The parents of a former Waikato mental health patient claim the district health board has investigated itself over a formal complaint it had laid.
Jane Stevens and Dave Macpherson say they had laid a complaint over the way senior leaders of the Waikato DHB had responded to the coroner's findings into an inquest over the death of their son, Nicky Stevens.
But the DHB's deputy chair Professor Margaret Wilson says she didn't have jurisdiction to appoint a third party; that could only be done by the Minister of Health - however, he hadn't been approached.
Nicky was a patient in Waikato Hospital's Henry Bennett Centre when he went on unescorted leave and was later found dead in the Waikato River in 2015.
Coroner Wallace Bain ruled the 21-year-old's suicide was "avoidable" and that his care fell "well short of what he and his parents would have expected".
The DHB's lawyer Paul White responded by calling for a new inquest to be heard and claimed there were "numerous procedural irregularities" during the inquest, he was dismissive of a key DHB expert who he said had not been impartial.
The DHB's move meant the family's request for a settlement - to cover legal and funeral expenses - could not be dealt with and allow the family to move on, Jane Stevens said.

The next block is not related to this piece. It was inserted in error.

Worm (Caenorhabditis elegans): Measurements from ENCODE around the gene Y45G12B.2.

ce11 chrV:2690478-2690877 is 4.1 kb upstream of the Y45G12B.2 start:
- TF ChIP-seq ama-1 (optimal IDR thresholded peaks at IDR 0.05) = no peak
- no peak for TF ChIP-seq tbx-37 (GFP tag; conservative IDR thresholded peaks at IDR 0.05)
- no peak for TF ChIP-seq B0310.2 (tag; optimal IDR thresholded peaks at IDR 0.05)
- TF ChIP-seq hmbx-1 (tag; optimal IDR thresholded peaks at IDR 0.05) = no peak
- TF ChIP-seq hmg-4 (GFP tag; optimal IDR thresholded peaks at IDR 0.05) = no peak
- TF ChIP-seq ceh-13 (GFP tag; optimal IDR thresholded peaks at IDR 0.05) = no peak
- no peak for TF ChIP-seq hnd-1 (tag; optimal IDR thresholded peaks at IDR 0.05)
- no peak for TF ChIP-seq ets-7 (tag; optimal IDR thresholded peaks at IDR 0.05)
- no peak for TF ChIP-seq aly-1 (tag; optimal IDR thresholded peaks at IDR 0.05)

The family laid a complaint over the way current chief executive Derek Wright and board chair Sally Webb handled the situation.
In a statement today, Stevens' parents said they laid a complaint as they felt they had been unfairly treated.
That complaint was laid with Professor Margaret Wilson, the Board Deputy Chair – the person responsible in the event of a complaint against the chair.
However, they expected that to be dealt with by a third party, or independent person, due to a potential conflict of interest.
It was instead looked into by deputy chair Professor Margaret Wilson who, in her response, said she would recommend the matter go before the board without Wright or Webb present to assess what action should be taken, but with her view the the complaint be rejected by the board.
"Personally, I think no further action should be taken because there is no evidence to support the complaints, but also because a reference to the [Health] Minister [David Clark] would further give evidence to the dysfunctionality of the board," Wilson wrote.
In her decision, she also expressed concern at the "procedural correctness" of her reviewing the complaint and that she had no jurisdiction to recommend or appoint a third party to assess it.
"This would be a matter for the Minister of Health. I am uncertain why such a request was not made directly to the Minister."
She said Webb and Wright acted in good faith by meeting with the Macpherson Stevens whanau a few days after the coroner's findings were delivered in December last year and said the family's misinterpretation of that meeting was "unfortunate and maybe a warning for the future".
Wilson added that Macpherson's membership of the board complicated things and presented a conflict of interest.
"It is sometimes difficult to separate out acting as a member of the public and as a board member. It is difficult to ignore the fact that Dave's board membership informs his role as a member of the public."
But Stevens said Wilson's decision and actions "further demonstrate the lack of good faith shown towards our whanau by the DHB Board leadership over four long years".
The Waikato DHB has been approached for comment.